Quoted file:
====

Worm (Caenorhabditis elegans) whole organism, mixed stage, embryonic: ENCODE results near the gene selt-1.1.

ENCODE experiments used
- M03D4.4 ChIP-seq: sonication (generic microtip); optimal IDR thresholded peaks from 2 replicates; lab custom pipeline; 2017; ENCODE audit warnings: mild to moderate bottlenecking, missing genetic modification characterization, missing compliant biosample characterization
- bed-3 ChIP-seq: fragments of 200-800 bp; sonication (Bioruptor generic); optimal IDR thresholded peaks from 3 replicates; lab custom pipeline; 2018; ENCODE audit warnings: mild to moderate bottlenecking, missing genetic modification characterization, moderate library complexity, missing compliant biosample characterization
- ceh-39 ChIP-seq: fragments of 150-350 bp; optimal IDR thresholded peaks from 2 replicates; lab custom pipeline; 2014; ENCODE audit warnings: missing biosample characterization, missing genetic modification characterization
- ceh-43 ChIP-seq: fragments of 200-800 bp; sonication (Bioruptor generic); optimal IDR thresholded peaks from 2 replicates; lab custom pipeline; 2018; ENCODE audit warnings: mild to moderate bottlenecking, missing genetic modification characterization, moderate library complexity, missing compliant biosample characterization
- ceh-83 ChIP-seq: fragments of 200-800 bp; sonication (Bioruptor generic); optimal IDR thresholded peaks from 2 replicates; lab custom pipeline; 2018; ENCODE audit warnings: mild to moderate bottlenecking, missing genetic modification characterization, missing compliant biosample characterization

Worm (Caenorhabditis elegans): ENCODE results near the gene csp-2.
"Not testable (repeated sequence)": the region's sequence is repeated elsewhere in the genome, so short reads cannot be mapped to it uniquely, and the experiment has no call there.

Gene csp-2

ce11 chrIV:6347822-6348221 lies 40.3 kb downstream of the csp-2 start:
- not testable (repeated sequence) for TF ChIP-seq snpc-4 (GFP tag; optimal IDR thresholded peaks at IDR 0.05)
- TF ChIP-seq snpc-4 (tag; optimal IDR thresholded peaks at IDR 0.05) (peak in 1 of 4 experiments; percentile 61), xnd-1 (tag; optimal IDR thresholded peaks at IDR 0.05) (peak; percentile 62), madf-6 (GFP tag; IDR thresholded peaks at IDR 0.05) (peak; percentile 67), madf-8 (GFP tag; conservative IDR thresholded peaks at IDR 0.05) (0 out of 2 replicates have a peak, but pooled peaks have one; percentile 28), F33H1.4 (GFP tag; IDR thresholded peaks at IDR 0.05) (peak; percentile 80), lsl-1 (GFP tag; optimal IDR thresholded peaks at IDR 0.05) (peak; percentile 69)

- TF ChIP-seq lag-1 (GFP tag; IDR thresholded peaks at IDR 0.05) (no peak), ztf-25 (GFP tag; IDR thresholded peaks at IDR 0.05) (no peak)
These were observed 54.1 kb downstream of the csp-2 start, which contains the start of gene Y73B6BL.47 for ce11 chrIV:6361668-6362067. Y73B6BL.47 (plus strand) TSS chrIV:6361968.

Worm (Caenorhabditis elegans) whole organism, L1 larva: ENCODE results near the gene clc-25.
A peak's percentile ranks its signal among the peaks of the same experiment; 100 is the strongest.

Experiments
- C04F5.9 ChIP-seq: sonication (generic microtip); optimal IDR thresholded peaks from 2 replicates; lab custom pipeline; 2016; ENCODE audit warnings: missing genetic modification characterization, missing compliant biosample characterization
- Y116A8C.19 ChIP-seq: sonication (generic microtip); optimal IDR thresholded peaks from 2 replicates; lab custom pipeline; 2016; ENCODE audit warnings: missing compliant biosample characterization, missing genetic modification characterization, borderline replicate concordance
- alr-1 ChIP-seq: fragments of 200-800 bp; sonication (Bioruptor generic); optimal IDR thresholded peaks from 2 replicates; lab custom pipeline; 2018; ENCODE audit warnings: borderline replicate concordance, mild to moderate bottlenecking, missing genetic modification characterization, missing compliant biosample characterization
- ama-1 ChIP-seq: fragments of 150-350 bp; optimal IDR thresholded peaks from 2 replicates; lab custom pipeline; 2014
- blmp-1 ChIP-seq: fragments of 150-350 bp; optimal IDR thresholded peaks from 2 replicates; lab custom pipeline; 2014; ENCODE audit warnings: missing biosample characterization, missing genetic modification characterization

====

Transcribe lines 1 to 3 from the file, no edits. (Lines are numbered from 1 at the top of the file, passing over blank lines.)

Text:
Worm (Caenorhabditis elegans) whole organism, mixed stage, embryonic: ENCODE results near the gene selt-1.1.

ENCODE experiments used
- M03D4.4 ChIP-seq: sonication (generic microtip); optimal IDR thresholded peaks from 2 replicates; lab custom pipeline; 2017; ENCODE audit warnings: mild to moderate bottlenecking, missing genetic modification characterization, missing compliant biosample characterization